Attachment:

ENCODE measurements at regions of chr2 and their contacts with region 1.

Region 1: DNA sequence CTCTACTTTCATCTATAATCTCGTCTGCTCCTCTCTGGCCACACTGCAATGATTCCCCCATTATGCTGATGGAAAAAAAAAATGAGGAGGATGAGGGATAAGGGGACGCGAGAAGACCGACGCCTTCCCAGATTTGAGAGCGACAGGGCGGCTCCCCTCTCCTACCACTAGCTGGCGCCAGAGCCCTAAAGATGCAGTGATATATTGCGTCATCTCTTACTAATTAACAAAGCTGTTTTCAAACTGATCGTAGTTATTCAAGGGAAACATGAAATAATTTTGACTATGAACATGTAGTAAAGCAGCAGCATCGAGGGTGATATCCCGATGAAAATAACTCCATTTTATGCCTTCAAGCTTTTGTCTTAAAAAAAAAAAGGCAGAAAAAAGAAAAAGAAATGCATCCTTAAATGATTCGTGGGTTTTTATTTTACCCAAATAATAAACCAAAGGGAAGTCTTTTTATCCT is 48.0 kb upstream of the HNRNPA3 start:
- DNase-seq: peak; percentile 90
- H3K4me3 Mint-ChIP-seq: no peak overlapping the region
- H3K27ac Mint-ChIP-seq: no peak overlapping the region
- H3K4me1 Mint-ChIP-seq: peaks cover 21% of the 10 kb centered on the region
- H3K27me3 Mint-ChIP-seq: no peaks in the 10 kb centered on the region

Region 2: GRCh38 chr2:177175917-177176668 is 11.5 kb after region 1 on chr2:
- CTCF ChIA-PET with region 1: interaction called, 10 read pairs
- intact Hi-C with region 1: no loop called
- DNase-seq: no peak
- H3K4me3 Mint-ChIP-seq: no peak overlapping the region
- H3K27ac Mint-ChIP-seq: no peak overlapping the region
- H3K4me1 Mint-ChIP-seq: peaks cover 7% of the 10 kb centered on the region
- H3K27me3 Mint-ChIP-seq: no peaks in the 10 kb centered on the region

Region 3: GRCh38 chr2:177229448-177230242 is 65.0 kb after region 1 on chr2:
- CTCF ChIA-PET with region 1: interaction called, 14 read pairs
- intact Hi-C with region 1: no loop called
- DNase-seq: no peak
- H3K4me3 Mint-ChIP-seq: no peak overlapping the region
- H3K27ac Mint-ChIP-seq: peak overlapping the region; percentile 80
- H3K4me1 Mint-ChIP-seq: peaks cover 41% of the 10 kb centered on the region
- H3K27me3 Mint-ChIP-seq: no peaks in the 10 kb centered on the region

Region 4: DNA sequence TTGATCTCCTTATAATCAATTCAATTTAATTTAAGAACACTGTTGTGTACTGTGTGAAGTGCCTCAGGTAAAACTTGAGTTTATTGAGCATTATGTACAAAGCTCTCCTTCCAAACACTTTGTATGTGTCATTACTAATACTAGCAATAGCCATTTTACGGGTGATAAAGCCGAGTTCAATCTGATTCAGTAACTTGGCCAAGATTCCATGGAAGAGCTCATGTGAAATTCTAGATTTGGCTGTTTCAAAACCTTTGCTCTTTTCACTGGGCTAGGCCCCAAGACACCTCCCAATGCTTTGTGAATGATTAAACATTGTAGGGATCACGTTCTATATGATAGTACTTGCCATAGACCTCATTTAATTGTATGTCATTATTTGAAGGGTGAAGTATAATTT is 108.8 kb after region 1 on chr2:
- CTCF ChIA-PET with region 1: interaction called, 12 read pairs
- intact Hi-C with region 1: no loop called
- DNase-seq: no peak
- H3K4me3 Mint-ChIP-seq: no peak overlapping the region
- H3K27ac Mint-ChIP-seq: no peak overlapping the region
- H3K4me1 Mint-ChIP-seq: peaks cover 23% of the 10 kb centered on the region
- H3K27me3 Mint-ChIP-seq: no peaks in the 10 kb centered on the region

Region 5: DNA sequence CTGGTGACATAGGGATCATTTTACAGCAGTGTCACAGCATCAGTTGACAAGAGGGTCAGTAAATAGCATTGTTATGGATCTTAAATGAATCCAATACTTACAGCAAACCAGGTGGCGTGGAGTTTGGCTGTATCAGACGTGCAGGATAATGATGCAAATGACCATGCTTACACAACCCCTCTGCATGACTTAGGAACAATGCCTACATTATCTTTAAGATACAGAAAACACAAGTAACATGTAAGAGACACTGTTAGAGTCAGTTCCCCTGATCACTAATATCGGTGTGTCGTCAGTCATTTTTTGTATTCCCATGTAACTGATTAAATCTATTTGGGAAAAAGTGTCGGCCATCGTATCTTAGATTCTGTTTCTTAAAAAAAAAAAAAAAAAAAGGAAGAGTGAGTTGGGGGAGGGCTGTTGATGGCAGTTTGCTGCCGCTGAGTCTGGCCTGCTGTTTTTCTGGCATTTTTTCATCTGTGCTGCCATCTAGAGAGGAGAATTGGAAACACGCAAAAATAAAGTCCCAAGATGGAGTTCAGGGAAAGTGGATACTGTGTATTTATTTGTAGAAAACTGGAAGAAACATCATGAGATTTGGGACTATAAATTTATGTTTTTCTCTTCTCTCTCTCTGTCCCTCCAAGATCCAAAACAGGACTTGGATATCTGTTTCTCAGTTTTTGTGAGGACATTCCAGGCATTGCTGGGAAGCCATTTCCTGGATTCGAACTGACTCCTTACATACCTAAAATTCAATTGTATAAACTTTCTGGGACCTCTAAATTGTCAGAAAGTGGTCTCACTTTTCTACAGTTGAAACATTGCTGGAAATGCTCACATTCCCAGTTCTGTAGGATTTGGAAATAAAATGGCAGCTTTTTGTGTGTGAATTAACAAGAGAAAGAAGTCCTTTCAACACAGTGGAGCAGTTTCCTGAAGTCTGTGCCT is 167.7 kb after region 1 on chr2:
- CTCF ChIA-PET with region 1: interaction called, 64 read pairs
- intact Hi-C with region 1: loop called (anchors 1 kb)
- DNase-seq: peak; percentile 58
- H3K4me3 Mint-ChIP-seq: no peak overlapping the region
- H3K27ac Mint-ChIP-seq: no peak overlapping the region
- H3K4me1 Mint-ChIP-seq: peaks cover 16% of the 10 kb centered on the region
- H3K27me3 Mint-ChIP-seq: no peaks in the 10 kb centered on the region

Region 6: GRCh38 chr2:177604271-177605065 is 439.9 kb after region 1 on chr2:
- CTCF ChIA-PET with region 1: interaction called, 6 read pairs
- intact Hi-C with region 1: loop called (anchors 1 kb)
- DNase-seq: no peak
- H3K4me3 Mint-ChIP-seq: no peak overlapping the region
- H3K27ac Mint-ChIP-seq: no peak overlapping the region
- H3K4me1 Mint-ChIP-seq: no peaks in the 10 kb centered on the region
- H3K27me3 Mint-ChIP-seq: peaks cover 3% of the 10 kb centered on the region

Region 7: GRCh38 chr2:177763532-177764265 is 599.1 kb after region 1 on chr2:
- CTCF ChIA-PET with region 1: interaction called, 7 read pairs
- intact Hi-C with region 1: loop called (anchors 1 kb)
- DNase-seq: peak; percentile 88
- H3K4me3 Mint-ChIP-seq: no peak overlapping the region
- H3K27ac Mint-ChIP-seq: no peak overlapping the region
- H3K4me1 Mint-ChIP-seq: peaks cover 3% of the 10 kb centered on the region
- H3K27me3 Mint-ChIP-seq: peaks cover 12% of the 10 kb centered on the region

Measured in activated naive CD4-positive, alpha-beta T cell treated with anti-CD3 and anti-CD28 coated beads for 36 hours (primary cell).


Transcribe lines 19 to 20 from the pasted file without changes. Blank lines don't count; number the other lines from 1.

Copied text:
- DNase-seq: no peak
- H3K4me3 Mint-ChIP-seq: no peak overlapping the region